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Broadband Bringing Home the Bits TABLE A.3 Standards for Speech Compression Standard (year) Algorithm Bit Rate Application G.722 (1988) Subband ADPCM 64, 56, 48 kbps Teleconferencing MPEG-1 (1992) Musicam ASPEC 384, 256, 128 kbps Two-channel audio w/video on CD MPEG-2 (1996) PAC 320 kbps Five-channel surround sound for multimedia recording DAB (1996) PAC 160 kbps Two-channel audio for terrestrial broadcast JBIG (1991) Run length coding 0.05-0.1 bpp Binary coded images (half-tone) JPEG (1991) DCT 0.25-8 bpp Still continuous-tone images MPEG-1/2 (1991, 1994) MD-DCT 1-8 Mbps Addressable video on CD P × 64 (1991) MC-DCT 64-1,536 kbps Videoconferencing HDTV (1996) MD-DCT 17 Mbps Advanced TV G.711 (1972) Mu-Law and A-Law PCM56-64 kbps Network transmission G.721 (1984, 1987) ADPCM 32 kbps Bit-rate multiplexers, undersea cable G.723 (1988) ADPCM 24, 40 kbps Overload on undersea cable, data modem G.726/G.727 ADPCM 16, 24, 32, 40 kbps High overload rate for undersea cable G.728 (1992) LD-CELP 16 kbps Transmission at low delay G.729 (1995) ACELP 8 kbps Second-generation digital cellular G.723 (1995) ACELP 6.3, 5.3 kbps Low-bit-rate videophone GSM (1987) RPE-TLP 13 kbps European digital cellular full-rate IS-54 (1989) VSELP 8 kbps North American digital cellular-TDMA IS-96 (1993) QCELP 8.5, 4, 2, 0.8 kbps North American digital cellular-CDMA GSM-1/2 (1994) VSELP 5.6 kbps European digital cellular half-rate EVRC (1996) RCELP 8.5, 4, 0.8 kbps NA CDMA, 2nd generation IS-136 (1995) CELP 8 kbps NA TDMA, 2nd generation JDC (1989, 1992) VSELP 8, 4 kbps Japanese digital cellular—full and half rates FS-1016 (1975) CELP 4.8 kbps Secure telephony—full rate FS-1015 (1975) LPC-10E 2.4 kbps Secure telephony—half rate FS-1015 (1996)   2.4 kbps Secure telephony—half rate, 2nd generation SOURCE: After R.V. Cox. 1999. “Current Methods of Speech Coding,” in N. Jayant (ed.), 1999, Signal Compression: Coding of Speech, Audio, Image and Video, World Scientific, Singapore.

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Broadband Bringing Home the Bits TABLE A.4 Standards for Audio, Image, and Video Compression Standard (Year) Algorithm Bit Rate Application G.722 (1988) Subband ADPCM 64, 56, 48 kbps Teleconferencing MPEG-1 (1992) Musicam/ASPEC 384, 256, 128 kbps Two-channel audio w/video on CD MPEG-2 (1996) PAC 320 kbps Five-channel surround sound for MM recording DAB (1996) PAC 160 kbps Two-channel audio for terrestrial broadcast JBIG (1991) Run length coding 0.05-0.1 bpp Binary coded images (half-tone) JPEG (1991) DCT 0.25-8 bpp Still continuous-tone images MPEG-1/2 (1991, 1994) MC-DCT 1-8 Mbps Addressable video on CD P × 64 (1991) MC-DCT 64-1,536 kbps Videoconferencing HDTV (1996) MC-DCT 17 Mbps Advanced TV NOTES: kbps = kilobits per second; bpp = bits per pixel. SOURCE: After R.V. Cox. 1999. “Current Methods of Speech Coding,” in N. Jayant (ed.), 1999, Signal Compression: Coding of Speech, Audio, Image and Video, World Scientific, Singapore. FIGURE A.30 Data rates in digital representations of signals. Rates are numbers after compression. SOURCE: After R.V. Cox. 1999. “Current Methods of Speech Coding,” in N. Jayant (ed.), 1999, Signal Compression: Coding of Speech, Audio, Image and Video, World Scientific, Singapore.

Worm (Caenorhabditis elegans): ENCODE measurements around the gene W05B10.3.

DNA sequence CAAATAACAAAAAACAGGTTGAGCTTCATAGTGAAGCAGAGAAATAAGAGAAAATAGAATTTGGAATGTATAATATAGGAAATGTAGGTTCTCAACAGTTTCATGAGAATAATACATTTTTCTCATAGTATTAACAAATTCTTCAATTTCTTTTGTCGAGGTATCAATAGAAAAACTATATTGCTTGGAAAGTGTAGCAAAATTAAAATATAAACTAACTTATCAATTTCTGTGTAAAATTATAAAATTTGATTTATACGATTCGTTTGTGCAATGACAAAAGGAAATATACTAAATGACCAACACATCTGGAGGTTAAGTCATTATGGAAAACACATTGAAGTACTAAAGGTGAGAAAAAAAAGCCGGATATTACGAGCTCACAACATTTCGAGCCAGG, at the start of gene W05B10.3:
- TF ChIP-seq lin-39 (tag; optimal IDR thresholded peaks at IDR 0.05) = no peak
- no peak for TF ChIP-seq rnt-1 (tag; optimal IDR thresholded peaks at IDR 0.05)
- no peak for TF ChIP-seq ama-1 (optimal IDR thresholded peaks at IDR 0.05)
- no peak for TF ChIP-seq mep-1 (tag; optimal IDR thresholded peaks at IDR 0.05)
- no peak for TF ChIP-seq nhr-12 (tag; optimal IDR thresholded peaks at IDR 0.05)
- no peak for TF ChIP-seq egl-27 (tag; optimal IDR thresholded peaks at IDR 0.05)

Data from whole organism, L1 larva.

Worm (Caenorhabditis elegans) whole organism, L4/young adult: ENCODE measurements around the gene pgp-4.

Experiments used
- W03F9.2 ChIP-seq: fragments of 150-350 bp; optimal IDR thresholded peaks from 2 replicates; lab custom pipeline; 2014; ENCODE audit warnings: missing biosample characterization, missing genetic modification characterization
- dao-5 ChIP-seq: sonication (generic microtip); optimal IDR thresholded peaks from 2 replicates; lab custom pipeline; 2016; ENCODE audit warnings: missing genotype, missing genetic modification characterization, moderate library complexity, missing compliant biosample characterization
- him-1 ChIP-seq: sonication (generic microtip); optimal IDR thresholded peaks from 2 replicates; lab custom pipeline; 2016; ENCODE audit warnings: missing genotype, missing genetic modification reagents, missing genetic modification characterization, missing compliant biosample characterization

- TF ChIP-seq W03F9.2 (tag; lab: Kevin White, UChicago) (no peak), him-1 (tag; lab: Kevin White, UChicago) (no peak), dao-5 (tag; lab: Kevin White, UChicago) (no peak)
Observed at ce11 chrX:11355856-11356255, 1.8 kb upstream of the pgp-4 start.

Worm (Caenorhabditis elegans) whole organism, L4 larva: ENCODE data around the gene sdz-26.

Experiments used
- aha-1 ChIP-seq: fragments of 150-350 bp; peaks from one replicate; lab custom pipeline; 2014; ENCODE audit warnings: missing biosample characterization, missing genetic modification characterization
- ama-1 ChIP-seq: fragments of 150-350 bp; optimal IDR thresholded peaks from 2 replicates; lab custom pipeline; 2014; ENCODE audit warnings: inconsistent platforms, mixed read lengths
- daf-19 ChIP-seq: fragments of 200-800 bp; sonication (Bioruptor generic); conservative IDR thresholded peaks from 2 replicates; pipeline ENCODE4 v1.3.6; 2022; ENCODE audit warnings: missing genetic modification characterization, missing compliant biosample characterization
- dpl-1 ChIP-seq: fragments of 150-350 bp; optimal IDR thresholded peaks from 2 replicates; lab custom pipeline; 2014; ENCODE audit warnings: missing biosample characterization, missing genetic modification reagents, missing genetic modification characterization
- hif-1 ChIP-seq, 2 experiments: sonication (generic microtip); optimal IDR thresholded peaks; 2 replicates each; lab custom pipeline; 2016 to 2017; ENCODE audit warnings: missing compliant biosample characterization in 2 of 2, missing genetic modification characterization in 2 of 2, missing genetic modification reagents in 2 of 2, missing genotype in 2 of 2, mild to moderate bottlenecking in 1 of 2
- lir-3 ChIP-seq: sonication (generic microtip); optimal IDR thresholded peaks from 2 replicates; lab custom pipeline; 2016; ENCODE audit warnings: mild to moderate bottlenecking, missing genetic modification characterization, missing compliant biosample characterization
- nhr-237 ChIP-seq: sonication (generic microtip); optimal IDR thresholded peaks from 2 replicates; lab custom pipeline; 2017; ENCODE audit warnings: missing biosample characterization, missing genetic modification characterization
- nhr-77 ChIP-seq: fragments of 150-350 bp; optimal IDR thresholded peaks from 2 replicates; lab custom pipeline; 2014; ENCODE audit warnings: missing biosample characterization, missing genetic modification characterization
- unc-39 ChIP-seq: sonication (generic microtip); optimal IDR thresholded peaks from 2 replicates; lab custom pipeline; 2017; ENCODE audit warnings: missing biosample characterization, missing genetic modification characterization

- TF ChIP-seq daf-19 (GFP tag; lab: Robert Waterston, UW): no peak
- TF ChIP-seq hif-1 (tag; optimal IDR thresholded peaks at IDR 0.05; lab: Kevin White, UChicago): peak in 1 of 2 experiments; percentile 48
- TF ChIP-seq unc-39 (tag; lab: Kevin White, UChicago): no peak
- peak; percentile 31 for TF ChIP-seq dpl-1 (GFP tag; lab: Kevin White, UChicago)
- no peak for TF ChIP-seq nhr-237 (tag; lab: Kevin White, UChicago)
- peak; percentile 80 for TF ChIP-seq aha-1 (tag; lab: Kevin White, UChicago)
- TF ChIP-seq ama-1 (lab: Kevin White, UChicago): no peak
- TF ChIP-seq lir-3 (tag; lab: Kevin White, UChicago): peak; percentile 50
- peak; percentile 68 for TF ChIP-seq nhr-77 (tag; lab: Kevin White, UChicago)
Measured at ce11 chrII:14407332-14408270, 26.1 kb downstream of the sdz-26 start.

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Broadband Bringing Home the Bits Resiliency to Packet Losses Packet networks are often limited by packet losses rather than bit errors. Packet losses can be addressed by retransmission in delay-insensitive applications. In delay-sensitive communications, packet losses can be anticipated by redundancy in the packet generator. In sophisticated algorithms, such as embedded coding and multiple description coding, this redundancy is contained by unequal protection of subpackets, depending on models of perceptual importance of these subpackets, as in unequal bit error protection. Information Hiding, Steganography, Watermarking, and Multimedia Annotations Increasingly, digital communications will include ancillary information that may convey a variety of information to the end user that is related to authentication (information about sender and intended receiver, for example), and such information is embedded in the main message in an unobtrusive and imperceptible form. These are the techniques of information hiding, with subclasses called steganography and watermarking. Multimedia annotations also involve additional data, but not necessarily in imperceptible or hidden form. The overall effect of all of the above processes is that the data rate for digital communication is strictly higher than the data rates at the output of the signal compression stage. While there is no rigorous way of measuring the resulting overhead in data rate without regard to the application and the needs of it, it is useful to use the following guideline: Typical overall overheads are in the range of 10 to 100 percent, and the rates on the horizontal axis of the compression chart in Table A.4 need to be increased by factors as high as 2.0, especially in the case of unfriendly access methods such as wireless links that are power- and interference-limited and/or in networks that are operating in situations of overload. In scalable media communications, the inherent excursions in data rate in the compression algorithm can well exceed the factor of 2 referred to above. In these cases, the metrics of importance are the average data rate in the scalable compression algorithm, and, where available and usable, more detailed descriptions of the data rate histogram. In fact, assessments of traffic and channel loading depend directly on these difficult and highly variable characterizations of the information source. The least complex nontrivial measure of overall data rate is the average data rate after compression, multiplied by the overhead mentioned in the guideline above.

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Broadband Bringing Home the Bits Media-Specific Examples: Access Implications and Questions Toll-quality telephony versus Internet or cable modem telephony. What are the quality and delay targets in IP-telephony and cable telephony? What are the consumer expectations? Is there a business case for AM-radio-grade telephony? What is the competitive landscape? Audio/video streaming at lite-ADSL, cable modem, and wireless speeds. Are user expectations going to be tied to television quality? What is the longevity of partial-screen solutions? What is the competitive landscape? Uploading of information from a home. What are the primary cases for upload-speed on demand? What are the demands of such applications as telemedicine, teleworking, home publishing? Is there a case for symmetric uplink and downlink? Definitive answers to these questions do not exist, but as applications mature, it will be possible to understand and quantify them at least implicitly and qualitatively. Research and Technology Outlook At this time, compression technologies are mature. Although it is difficult to define the fundamental limits in the game, typical data rates for specified levels of quality are generally known. Increasing compression ratios will become the preoccupation of specialists. Likewise, decoders and clients will become pervasive and affordable. New advances in first mile and first meters multimedia communications will depend increasingly on advances in access speed and on innovations in networking.